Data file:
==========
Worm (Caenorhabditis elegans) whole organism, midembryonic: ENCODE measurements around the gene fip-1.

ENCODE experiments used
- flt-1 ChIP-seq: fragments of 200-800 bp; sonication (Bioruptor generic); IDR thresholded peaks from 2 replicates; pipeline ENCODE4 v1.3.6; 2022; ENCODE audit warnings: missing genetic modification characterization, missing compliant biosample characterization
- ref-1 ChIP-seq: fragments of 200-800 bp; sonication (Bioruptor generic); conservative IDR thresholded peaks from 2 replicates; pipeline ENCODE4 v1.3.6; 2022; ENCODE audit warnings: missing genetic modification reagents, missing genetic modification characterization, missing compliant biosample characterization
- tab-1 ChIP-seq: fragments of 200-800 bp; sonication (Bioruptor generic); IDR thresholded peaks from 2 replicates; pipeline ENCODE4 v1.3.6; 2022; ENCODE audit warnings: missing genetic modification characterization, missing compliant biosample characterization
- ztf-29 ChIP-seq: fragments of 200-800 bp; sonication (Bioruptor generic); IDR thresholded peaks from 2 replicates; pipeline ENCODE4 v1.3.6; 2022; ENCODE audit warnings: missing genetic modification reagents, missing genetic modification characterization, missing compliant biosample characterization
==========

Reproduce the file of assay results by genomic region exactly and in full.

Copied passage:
Worm (Caenorhabditis elegans) whole organism, midembryonic: ENCODE measurements around the gene fip-1.

ENCODE experiments used
- flt-1 ChIP-seq: fragments of 200-800 bp; sonication (Bioruptor generic); IDR thresholded peaks from 2 replicates; pipeline ENCODE4 v1.3.6; 2022; ENCODE audit warnings: missing genetic modification characterization, missing compliant biosample characterization
- ref-1 ChIP-seq: fragments of 200-800 bp; sonication (Bioruptor generic); conservative IDR thresholded peaks from 2 replicates; pipeline ENCODE4 v1.3.6; 2022; ENCODE audit warnings: missing genetic modification reagents, missing genetic modification characterization, missing compliant biosample characterization
- tab-1 ChIP-seq: fragments of 200-800 bp; sonication (Bioruptor generic); IDR thresholded peaks from 2 replicates; pipeline ENCODE4 v1.3.6; 2022; ENCODE audit warnings: missing genetic modification characterization, missing compliant biosample characterization
- ztf-29 ChIP-seq: fragments of 200-800 bp; sonication (Bioruptor generic); IDR thresholded peaks from 2 replicates; pipeline ENCODE4 v1.3.6; 2022; ENCODE audit warnings: missing genetic modification reagents, missing genetic modification characterization, missing compliant biosample characterization